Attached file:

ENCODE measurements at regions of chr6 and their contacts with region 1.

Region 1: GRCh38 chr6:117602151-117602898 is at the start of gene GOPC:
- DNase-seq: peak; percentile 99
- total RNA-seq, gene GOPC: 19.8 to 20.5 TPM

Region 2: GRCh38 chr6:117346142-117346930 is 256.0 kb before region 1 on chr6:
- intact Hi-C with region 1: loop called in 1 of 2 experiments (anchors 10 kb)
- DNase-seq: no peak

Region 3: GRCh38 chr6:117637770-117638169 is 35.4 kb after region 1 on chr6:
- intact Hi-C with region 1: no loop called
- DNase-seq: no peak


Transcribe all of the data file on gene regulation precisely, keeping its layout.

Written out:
ENCODE measurements at regions of chr6 and their contacts with region 1.

Region 1: GRCh38 chr6:117602151-117602898 is at the start of gene GOPC:
- DNase-seq: peak; percentile 99
- total RNA-seq, gene GOPC: 19.8 to 20.5 TPM

Region 2: GRCh38 chr6:117346142-117346930 is 256.0 kb before region 1 on chr6:
- intact Hi-C with region 1: loop called in 1 of 2 experiments (anchors 10 kb)
- DNase-seq: no peak

Region 3: GRCh38 chr6:117637770-117638169 is 35.4 kb after region 1 on chr6:
- intact Hi-C with region 1: no loop called
- DNase-seq: no peak